John W. North was the first president and on April 1, 1857, he appointed a committee to receive proposals for constructing the Lyceum’s own building. On April 15, North himself provided the site for an 18′ x 28′ structure, offering to contribute the balance toward the $580 erection price if the town could raise $400. The fund-raising was successful, and the first meeting of the Lyceum in this modest frame building at 109 East 4th St. was held on Nov. 4, 1857. (At times, the building was also used for church meetings.)

Each Wednesday evening, two people debated a topic, which was then discussed by all. Stonehouse wrote that at times it was “hard to organize a true debate; the situation became humorous when North was delegated to defend slavery.” Carl Weicht, long-time Northfield News editor, wrote that at a time when “Northfield was little more than a name and a few scattered dwellings,” this was to be not to be “just another club,” but “a community center, chamber of commerce and public forum all in one. And during the formative years of Northfield’s life, it was all of these things.”

One of the early debate topics was: “Resolved, that woman is entitled to all the rights, social and political, to which man is entitled.” The minutes recorded an affirmative decision, “the ladies assisting in voting.” Lyceum treasurer Hiram Scriver, the leading merchant in town who became the first mayor and a trustee of Carleton College, said in a speech in 1876, “Thus early did this great question agitate the minds and hearts of the community. It was difficult to find anybody to take the negative, for the male sex especially felt that the great necessity of the house was for the immigration of the fairer sex. Young men and bachelors, therefore, were spoiling to have women vote, and every inducement was offered to get them here.”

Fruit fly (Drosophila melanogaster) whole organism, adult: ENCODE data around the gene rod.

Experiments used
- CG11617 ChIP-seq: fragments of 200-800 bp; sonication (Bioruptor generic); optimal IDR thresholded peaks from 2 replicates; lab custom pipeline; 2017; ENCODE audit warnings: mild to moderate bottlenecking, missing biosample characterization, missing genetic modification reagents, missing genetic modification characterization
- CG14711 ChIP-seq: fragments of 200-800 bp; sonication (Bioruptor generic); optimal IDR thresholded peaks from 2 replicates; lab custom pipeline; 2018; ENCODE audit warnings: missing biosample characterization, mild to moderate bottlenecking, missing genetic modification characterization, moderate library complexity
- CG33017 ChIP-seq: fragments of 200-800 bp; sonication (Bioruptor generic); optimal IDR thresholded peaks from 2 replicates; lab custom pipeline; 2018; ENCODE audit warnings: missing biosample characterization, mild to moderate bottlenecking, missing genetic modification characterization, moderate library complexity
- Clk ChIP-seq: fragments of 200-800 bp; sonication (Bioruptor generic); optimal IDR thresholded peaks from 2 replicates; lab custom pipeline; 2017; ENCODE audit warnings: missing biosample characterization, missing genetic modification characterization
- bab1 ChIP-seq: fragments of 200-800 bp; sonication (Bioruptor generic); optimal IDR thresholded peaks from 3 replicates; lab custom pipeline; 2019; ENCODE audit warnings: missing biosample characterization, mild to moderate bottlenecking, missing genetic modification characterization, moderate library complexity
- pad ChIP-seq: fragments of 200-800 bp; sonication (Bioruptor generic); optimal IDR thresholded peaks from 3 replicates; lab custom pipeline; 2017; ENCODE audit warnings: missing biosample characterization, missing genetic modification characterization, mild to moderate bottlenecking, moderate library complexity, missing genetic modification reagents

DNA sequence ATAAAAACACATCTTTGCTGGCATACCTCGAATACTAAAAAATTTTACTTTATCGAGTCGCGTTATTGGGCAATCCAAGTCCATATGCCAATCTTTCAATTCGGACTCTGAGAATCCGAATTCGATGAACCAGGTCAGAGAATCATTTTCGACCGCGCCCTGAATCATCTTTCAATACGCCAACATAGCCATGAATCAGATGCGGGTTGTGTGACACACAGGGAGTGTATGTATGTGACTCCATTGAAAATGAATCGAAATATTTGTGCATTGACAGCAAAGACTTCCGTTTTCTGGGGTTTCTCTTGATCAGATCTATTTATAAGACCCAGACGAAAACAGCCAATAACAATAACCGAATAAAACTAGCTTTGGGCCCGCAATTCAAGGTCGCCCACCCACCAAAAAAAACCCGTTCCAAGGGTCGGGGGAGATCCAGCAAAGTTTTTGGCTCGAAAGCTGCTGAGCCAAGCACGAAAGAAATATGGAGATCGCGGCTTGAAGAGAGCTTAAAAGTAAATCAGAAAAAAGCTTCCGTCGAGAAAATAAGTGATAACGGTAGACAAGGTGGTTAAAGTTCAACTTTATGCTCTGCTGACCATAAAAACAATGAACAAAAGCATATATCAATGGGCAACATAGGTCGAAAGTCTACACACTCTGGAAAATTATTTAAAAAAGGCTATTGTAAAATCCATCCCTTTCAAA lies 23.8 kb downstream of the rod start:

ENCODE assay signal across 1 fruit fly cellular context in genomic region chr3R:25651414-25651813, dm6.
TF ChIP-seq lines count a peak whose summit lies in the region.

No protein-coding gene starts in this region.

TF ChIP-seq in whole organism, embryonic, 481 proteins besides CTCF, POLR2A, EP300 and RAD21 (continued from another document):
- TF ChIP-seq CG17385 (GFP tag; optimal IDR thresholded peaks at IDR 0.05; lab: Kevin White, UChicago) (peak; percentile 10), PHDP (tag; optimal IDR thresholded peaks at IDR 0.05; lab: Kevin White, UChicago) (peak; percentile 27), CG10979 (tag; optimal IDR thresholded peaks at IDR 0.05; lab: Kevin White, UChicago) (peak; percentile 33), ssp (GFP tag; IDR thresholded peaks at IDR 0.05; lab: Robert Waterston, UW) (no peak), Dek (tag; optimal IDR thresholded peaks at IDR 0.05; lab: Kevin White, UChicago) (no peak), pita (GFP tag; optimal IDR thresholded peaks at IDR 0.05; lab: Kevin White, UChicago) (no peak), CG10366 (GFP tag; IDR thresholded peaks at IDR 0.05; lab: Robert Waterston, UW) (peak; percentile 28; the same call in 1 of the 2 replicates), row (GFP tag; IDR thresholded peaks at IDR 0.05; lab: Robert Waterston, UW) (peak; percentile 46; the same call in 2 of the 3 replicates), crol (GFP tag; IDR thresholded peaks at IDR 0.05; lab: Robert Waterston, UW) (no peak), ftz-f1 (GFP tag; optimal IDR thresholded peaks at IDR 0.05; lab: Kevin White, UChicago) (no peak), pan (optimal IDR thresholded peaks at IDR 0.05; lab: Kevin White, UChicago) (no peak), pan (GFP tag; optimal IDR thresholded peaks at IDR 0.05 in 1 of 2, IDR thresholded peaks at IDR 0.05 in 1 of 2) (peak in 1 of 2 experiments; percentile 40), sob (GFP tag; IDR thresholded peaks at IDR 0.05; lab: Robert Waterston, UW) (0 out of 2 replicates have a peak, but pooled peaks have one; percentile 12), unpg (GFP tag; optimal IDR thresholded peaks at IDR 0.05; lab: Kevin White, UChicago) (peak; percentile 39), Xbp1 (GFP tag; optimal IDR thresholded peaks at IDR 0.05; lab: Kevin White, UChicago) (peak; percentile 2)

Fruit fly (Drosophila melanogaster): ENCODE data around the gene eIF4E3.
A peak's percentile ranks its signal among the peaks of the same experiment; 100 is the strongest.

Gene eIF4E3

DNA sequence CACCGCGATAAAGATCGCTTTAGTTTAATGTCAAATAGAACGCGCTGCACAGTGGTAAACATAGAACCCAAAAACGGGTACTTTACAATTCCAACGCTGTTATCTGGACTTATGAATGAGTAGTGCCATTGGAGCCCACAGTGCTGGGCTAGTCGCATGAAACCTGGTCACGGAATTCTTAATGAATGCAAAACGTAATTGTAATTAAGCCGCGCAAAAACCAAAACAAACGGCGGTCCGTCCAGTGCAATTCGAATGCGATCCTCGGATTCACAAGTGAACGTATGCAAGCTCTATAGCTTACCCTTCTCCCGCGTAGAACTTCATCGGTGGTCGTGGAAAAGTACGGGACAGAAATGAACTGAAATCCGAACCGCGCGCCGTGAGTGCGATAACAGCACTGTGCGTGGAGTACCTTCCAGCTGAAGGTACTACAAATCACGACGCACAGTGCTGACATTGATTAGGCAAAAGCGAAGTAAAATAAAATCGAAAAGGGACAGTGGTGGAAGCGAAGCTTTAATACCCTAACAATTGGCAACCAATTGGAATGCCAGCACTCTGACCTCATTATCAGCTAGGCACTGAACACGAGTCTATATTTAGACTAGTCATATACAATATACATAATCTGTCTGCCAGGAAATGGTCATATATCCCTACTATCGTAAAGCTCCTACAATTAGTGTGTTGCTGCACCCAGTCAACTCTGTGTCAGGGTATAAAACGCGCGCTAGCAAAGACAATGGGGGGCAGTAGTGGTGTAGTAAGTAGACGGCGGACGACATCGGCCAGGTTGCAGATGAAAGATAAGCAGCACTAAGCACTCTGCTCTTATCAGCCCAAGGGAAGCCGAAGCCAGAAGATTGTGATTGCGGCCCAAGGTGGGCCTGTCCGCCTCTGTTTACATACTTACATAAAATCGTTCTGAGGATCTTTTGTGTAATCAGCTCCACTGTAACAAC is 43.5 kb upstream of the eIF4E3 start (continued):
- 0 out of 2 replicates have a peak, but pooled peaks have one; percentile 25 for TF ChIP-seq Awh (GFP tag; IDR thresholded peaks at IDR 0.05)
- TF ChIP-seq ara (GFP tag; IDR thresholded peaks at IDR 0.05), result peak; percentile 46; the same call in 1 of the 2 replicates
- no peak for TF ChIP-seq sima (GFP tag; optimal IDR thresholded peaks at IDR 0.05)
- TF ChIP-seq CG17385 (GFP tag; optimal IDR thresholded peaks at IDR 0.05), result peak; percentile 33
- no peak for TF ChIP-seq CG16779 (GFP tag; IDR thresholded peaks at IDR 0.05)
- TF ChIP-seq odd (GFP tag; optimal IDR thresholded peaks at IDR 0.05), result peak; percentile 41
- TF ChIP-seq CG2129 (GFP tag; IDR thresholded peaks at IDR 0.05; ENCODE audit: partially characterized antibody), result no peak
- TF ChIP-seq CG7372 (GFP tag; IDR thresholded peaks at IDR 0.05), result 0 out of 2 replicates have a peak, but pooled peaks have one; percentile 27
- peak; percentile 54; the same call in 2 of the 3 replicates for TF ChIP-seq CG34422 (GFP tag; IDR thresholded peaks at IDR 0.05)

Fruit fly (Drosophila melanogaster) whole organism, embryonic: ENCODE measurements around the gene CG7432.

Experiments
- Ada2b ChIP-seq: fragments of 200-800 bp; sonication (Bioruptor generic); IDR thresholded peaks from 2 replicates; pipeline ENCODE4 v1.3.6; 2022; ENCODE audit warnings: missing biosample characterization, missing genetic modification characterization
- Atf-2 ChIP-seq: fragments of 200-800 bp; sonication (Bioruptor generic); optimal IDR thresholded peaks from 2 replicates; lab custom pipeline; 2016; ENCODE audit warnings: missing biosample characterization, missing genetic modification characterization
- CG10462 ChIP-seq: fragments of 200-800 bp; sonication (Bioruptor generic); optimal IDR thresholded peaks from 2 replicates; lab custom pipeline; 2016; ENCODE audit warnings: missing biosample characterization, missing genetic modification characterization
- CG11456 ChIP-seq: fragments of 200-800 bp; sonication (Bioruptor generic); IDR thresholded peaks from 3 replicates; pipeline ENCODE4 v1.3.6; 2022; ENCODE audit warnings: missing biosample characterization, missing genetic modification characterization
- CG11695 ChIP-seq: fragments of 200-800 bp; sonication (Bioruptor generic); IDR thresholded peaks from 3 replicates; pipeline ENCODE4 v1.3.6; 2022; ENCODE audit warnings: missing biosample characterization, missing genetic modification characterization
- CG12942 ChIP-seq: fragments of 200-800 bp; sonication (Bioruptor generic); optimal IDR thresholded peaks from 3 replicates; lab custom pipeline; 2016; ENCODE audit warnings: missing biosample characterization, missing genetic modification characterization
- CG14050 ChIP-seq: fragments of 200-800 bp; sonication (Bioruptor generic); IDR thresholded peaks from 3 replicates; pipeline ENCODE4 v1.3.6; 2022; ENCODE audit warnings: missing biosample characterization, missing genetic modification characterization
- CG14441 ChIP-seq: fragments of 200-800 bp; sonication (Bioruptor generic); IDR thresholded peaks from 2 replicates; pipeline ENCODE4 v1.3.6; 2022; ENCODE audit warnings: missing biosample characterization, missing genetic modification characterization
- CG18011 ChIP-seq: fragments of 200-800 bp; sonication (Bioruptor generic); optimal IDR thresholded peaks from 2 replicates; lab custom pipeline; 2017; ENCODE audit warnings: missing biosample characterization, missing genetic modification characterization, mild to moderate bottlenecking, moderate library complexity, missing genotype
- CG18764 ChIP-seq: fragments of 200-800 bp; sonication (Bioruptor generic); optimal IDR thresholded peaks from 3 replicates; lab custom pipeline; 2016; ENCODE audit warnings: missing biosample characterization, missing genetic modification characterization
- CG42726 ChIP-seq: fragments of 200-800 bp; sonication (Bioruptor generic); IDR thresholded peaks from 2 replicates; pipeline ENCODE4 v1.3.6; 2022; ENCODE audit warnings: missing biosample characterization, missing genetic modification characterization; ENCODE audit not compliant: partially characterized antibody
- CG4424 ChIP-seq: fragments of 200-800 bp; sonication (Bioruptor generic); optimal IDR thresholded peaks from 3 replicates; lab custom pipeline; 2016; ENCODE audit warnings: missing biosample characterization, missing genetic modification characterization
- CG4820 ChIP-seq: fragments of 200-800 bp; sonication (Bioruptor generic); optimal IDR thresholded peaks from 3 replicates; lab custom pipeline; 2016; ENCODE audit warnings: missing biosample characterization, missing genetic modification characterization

Other topics: Resolved, “that war is never under any circumstances justifiable” (passed by a large majority); “that lawyers and statesmen have achieved greater triumphs of eloquence than preachers;” “that dancing is a proper amusement of young people” (carried 20 to 3, “after its discussion socially and politically from Adam to our progenitors”); “that capital punishment should be abolished;” “that the cause of temperance is not promoted otherwise than by moral suasion;” “that religious creeds have been productive of more evil than good” (“carried in the affirmative by a crowded house, but decided in the negative by the members of the society”); “that the pulpit has done more for civilization than the press” (“decided in the negative, but upon further consideration, and a fuller vote, it was decided in the affirmative, the ladies voting unanimously that way”); and “that it is morally wrong for the members of the Lyceum to neglect to speak at its meetings.”

Parliamentary rules were observed. North suggested that a critic be chosen to “point out and correct such errors of language and manner as he may have noticed during the meeting.” There were lectures from time to time and music to open and close meetings (“Our choir reflects great credit on the musical ability of Northfield,” said one entry in the minutes). There were also readings from the Lyceum newspaper, the Portfolio.

Northfield’s first library was housed in the Lyceum and, by the end of 1858, more than 300 books had been contributed, many of them donated by the town’s founder. (A set of North’s books is still owned by the Northfield Public Library.) From the beginning, $50 had been allocated for periodicals such as Harper’s, the Atlantic Monthly, the Edinburgh and London Reviews, the Home JournalPunch and the New York Times to bring news of the outside world to the town.

The exigencies of the Civil War and the creation of more social opportunities through churches and other organizations led to the gradual demise of the Lyceum. There were various attempts to reorganize it, with emphasis on its utility as a reading room and place for lectures.